Wednesday, April 4, 2012

Crawling Back

After a brief personal hiatus into none of your beeswax, Joseph Goodman's stunning Dungeon Crawl Classics Roleplaying Game has pulled me kicking, screaming and crawling back into the collective imaginings of pulp science-fantasy tales. While the paper edition of this significant work is enough to earn it a worthy place in every bookshelf and collection, with gorgeous art and design from the maker's of The Dungeon Alphabet, the real contribution of this manual to the "Old School Renaissance" is much more fundamental.

We have already seen revolutionary additions to the literature of this reborn hobby. Not only the aforementioned Dungeon Alphabet, but The Random Esoteric Creature Generator and Vornheim have been billed as new ways to imagine a game of Dungeons & Dragons. Instead of providing new variants to an old paradigm, these publications emerged from the fog of our expectations like strange, inexplicable time travelers from another dimension. They were built upon entirely different theory, as if the original game had never been the illegitimate child of generic, colourless wargaming rules and colourful but unruly fantasy literature. They naturally and effortlessly wove story and system, form and function. But these were always partial additions, covering not the basics of play, but only peripheral subjects. There was no foundational text yet.

Of course, it was only natural that the majority of the OSR would follow a much more conservative trajectory. Just like the historical Renaissance in Europe, the movement began as a return to classical form and style. Considering the timeline, the early OSR began merely with an attempt to emulate generic, vanilla fantasy D&D, with HackMaster (2001), Castles & Crusades (2004), OSRIC (2006), Basic Fantasy RPG (2006), Labyrinth Lord (2007) and Swords & Wizardry (2008).

After 4e was released in 2008, the direction of new OSR games and supplements shifted dramatically, and the community really began to focus on alternate directions that D&D could have taken (both thematically and mechanically). There was a strong urge to go back to the literature genres that inspired the original game (particularly Lovecraft and Howard). Just take a look at the slew of Cthulhu & Conan games after 2008: Barbarians of Lemuria (2008), Supplement V: Carcosa (2008), Lamentations of the Flame Princess (2010), Realms of Crawling Chaos (2011), Crypts & Things (2011), Adventurer, Conqueror, King (2012) and Astonishing Swordsmen & Sorcerers of Hyperborea (2012?).

Joseph Goodman's Dungeon Crawl Classics Roleplaying Game builds on these, but significantly is not based on them. Although the drive to discover "the D&D that never was" after the advent of 4e is not unique, the vision of DCC is not a new, even alternative, edition of the Dungeons & Dragons game. It is not the next version of D&D; if anything it is Arduin, it is Encounter Critical in comparison. It is a fundamental and core shift in our understanding of the horizons of collective fantasy storytelling, which weaves dark, trippy and weird tales natively with supporting game mechanics that actually suggest the play promised by the famed "Appendix N". Like the historical Renaissance, this unlikely and unpredicted development is the product of the renaissance coming to full term and finally bearing forth a truly originary work.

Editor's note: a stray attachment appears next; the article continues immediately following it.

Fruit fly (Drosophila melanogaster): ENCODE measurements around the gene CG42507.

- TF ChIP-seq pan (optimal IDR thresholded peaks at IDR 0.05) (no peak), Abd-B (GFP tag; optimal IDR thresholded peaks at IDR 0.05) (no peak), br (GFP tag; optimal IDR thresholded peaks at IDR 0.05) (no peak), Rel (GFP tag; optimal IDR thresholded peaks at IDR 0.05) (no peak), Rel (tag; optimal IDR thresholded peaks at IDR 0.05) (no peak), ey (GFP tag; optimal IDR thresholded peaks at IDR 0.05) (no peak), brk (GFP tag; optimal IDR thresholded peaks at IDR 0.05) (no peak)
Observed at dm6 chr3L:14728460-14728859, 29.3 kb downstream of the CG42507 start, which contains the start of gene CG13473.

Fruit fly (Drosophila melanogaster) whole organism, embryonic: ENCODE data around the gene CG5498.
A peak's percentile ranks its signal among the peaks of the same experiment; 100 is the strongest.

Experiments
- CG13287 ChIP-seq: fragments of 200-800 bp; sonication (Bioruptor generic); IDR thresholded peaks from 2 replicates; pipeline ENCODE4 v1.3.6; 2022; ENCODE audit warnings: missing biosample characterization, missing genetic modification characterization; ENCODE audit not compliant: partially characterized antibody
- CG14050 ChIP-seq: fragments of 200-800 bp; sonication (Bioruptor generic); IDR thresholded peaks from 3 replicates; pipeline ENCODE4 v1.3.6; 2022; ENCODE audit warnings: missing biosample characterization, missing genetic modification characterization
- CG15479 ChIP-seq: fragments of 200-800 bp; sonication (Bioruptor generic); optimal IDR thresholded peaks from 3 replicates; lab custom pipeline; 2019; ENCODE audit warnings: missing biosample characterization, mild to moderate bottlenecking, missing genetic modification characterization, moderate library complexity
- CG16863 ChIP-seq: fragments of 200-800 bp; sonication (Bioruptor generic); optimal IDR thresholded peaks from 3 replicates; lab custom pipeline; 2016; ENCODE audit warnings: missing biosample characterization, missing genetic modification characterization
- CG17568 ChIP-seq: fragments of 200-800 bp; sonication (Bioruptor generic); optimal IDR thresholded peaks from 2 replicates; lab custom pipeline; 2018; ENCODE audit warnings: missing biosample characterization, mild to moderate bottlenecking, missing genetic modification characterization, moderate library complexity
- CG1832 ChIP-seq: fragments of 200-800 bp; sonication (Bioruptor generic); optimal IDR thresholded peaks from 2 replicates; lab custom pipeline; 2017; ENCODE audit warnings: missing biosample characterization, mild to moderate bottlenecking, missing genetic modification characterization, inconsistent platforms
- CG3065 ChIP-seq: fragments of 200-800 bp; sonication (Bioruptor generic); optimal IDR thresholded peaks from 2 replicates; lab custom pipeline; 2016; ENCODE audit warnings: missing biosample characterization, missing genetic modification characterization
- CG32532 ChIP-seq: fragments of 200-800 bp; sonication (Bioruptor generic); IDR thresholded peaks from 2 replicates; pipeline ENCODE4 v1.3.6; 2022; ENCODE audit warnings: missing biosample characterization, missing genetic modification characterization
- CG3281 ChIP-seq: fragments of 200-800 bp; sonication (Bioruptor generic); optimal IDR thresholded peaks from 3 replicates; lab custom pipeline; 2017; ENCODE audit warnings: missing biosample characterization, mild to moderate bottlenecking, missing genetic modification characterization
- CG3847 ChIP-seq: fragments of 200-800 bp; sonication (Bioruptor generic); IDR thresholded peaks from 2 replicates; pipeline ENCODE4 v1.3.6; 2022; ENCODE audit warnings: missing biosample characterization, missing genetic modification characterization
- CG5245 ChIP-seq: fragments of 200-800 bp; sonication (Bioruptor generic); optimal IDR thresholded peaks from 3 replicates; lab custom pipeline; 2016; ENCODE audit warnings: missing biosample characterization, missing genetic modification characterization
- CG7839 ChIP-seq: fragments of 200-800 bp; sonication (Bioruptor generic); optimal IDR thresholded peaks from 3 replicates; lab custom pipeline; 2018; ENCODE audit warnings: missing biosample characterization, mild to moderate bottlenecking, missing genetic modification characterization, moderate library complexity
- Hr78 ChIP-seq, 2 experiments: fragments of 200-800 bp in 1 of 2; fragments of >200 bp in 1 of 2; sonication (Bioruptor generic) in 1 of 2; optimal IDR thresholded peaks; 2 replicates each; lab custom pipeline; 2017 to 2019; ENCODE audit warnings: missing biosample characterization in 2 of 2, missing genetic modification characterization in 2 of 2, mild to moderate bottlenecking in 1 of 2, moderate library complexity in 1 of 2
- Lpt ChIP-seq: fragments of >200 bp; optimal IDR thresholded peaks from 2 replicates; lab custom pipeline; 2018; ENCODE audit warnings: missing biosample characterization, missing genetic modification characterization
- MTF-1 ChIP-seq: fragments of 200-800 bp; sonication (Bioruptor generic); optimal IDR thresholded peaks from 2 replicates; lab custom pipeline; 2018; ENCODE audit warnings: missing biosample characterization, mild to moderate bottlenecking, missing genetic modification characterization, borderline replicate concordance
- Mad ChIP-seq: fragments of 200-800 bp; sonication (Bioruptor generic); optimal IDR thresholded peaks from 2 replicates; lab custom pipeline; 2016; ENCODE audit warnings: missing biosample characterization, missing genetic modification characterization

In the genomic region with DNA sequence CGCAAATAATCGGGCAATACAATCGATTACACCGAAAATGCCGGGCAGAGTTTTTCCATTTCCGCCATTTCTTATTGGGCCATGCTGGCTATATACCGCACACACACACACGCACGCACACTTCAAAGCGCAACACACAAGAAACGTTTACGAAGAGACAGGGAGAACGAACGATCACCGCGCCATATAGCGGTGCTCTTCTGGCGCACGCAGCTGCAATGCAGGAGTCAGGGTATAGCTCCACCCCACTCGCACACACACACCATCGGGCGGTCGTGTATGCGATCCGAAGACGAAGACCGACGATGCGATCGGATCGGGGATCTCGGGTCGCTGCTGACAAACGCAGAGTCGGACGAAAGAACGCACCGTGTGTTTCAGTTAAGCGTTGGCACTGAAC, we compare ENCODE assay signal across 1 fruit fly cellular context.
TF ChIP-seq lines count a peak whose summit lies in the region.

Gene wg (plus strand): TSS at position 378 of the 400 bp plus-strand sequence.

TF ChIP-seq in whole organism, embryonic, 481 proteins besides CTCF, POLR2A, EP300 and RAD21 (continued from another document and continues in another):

Will everyone "get" Dungeon Crawl Classics? Certainly no more than those who saw the value of The Dungeon Alphabet and similar publications. Nevertheless, DCC is significant in that it is the first offering of a core rules that is based on a new theory of the relationship between story and system. While this game is really at its best when producing pure Appendix N action, some will inevitably miss out and simply use it to play the same type of game they have been running for decades. They may even wonder why their Wizard has to make tough choices and dangerous allies, or why their Cleric has to sacrifice to his idol deity or fear the machinations of the gods, or why their Fighter has to actually think carefully and cleverly about how to engage an enemy, or how their Thief seems to have the knack to miraculously pull off any feat at the last moment.

Is DCC really that good? For the casual gamer, it is a wealth of inspiration and ideas that will not disappoint. For those that learn to play it on its own terms, and to let the inspirational fantasy literature and music of that era take the imagination away, the Dungeon Crawl Classics Roleplaying Game is nothing less than the game of the OSR thus far.

3 comments:

  1. Very pleased to see this blog again.

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  2. Intriguing post. My gut feeling is that you are right: DCC RPG is the game of the OSR. I'll have to wait and see, however. I can't read a book when it is a PDF. All I can do is hunt and peck through it. What I see so far is very promising. I'm looking forward to holding the actual book in my hands in about 3 weeks. Then I can dive down deep into it.

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    1. So what are your thoughts? I just got mine this week and am amazed by the quality of it. Its focus on storytelling and creativity is sharp on. Loving it so far.

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